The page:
Damn that Rumi!
I swear any time I feel like I have come up with something original from my soul, I end up discovering this dude said it centuries ago! For instance, a few years ago I started saying “swimming and dancing” when replying to the mindless “how are you?” question we ask one another but don’t at all care to know. Swimming and Dancing! I thought this was just a beautiful (and clever) way to describe being an eager participant in life.
But then I came across these words from Rumi:
“…half of any person is wrong and weak and off the path. Half! The other half is dancing and swimming and flying in the invisible joy.”
What?!?! Not only did he make more sense but he topped it by adding “flying in the invisible joy.” Yes man! That is what I am talking about.
So, if you were not aware before today, I’d like to take a moment to let you know that there is a good portion of you that is ‘flying in the invisible joy’ all of the time. While you are arguing with your spouse, sitting in traffic, standing in line at the grocery store, punishing your body at the gym, or at the lawyer’s office putting the final touches on a living will…HALF of you is flying in the invisible joy.
This path often boils down to bringing my awareness to this fact, as often as possible, until it becomes automatic. Yup.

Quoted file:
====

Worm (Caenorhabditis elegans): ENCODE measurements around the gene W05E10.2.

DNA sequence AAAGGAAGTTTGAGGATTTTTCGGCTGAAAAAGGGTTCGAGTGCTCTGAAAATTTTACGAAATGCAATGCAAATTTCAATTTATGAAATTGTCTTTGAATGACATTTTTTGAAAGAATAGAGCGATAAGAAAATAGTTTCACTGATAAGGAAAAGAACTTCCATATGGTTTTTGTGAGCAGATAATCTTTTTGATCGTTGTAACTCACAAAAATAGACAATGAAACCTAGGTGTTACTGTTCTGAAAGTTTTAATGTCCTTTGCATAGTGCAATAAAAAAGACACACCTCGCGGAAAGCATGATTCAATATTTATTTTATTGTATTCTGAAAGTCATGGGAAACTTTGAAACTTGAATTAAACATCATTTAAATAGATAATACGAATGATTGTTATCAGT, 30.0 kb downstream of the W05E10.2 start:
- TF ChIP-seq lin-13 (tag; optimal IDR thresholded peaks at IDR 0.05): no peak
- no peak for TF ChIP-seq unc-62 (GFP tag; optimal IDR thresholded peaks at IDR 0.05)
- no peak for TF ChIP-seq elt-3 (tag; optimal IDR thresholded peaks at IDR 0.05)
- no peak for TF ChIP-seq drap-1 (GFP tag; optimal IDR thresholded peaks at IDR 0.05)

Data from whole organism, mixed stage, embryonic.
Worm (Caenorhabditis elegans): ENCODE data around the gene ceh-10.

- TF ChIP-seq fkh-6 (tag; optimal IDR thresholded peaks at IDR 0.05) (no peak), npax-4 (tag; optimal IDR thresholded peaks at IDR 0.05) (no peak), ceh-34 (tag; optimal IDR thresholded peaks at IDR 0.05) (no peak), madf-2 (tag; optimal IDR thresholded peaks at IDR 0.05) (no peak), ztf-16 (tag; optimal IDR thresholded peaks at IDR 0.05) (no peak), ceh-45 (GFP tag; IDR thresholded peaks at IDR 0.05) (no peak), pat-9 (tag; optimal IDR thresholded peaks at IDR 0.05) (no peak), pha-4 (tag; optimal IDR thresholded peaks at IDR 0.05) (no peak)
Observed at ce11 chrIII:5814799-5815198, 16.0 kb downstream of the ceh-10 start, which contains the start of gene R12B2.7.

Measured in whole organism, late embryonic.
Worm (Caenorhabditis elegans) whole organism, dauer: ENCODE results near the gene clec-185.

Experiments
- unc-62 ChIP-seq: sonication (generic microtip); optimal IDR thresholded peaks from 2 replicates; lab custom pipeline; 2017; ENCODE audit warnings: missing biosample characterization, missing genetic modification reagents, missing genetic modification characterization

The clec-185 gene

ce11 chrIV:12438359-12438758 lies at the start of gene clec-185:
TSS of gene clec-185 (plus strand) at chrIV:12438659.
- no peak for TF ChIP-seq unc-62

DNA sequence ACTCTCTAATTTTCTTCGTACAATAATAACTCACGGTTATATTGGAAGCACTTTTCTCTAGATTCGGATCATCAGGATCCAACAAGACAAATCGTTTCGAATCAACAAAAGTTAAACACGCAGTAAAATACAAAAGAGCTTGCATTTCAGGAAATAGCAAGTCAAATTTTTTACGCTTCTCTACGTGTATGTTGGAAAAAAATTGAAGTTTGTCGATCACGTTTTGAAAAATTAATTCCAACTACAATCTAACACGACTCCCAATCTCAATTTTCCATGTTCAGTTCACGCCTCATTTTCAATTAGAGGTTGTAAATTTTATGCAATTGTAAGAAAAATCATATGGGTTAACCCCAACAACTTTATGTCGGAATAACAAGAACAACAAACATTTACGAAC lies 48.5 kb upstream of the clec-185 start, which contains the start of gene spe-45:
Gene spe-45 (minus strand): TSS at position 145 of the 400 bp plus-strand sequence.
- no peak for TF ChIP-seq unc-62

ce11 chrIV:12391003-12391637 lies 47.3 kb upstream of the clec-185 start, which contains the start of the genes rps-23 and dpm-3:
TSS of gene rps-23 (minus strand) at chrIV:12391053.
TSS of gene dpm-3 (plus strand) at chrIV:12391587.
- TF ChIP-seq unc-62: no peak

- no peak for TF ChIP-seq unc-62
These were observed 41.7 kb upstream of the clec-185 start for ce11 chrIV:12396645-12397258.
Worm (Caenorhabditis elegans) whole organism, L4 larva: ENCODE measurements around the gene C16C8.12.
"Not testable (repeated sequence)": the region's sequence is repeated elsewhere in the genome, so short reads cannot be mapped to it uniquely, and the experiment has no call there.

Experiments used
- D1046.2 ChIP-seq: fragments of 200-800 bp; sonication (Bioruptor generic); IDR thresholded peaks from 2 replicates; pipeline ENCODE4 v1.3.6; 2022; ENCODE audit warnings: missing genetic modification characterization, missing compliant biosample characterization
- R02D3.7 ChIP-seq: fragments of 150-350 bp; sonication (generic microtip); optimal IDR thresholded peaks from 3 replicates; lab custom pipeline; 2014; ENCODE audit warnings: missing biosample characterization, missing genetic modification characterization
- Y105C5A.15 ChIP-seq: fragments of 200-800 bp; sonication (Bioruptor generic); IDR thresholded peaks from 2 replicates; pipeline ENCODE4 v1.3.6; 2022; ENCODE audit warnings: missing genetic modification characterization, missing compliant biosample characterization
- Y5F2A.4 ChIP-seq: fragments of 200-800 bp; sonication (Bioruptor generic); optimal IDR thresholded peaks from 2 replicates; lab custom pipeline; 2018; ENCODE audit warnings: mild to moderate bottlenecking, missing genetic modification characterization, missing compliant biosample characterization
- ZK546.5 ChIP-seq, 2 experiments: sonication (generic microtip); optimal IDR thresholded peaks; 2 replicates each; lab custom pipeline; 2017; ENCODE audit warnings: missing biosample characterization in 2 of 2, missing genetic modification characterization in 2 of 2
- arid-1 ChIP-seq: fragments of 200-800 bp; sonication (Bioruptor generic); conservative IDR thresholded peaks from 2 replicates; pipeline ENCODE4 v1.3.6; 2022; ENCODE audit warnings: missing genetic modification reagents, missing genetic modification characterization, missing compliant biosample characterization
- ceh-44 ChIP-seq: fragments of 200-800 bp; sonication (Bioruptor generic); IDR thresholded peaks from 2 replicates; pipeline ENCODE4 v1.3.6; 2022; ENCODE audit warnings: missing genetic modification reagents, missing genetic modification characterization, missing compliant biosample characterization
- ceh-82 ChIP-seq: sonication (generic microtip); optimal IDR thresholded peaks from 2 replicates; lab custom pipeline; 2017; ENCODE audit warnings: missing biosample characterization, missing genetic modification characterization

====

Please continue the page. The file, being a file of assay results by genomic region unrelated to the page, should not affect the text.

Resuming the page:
Dang Rumi…next thing you know I’m going to come across an excellent poem in which he tells everyone to ‘drop everything, be beautiful, dance, enjoy yourself through life.” At which point he and I will no longer be on speaking terms.
Four Interrupted Prayers by Rumi
Four Indians enter a mosque and begin the prostrations.
Deep, sincere praying.
But a priest walks by, and one of the Indians, without
thinking, says, “Oh,
are you going to give the call to prayer now? Is it time?”
The second Indian, under
his breath, “you spoke. Now your prayers are invalid.”
The third, “Uncle, don’t scold him!
You did the same thing. Correct yourself.” The fourth,
“Praise to God, I
have not made the mistake of these three.” So all four
prayers are interrupted, with
the three faultfinders being more at fault than the
original speaker. Blessed
is one who sees his weakness, and blessed is one who, when
he sees a flaw in someone
else, takes responsibility for it. Because, half of any person
is wrong and weak and off
the path. Half! The other half is dancing and swimming and
flying in the invisible joy. You
have ten open sores on your head. Put what salve you have
on yourself. And point out
to everyone the dis-ease you are. That’s part of getting
well! When you lance yourself
that way, you become more merciful and wiser. Even if you
don’t have a particular
fault at the moment, you may soon be the one who makes some act notorious.
self-satisfied. Lucifer lived eons as a noble angel. Think
what his name means now.
Don’t try to be famous until your face is completely washed
of any fear. If your beard
hasn’t grown out, don’t joke about someone’s smooth chin.
Consider how Satan swallowed
soul poison, and be grateful that you taste only the
sweetness of being warned.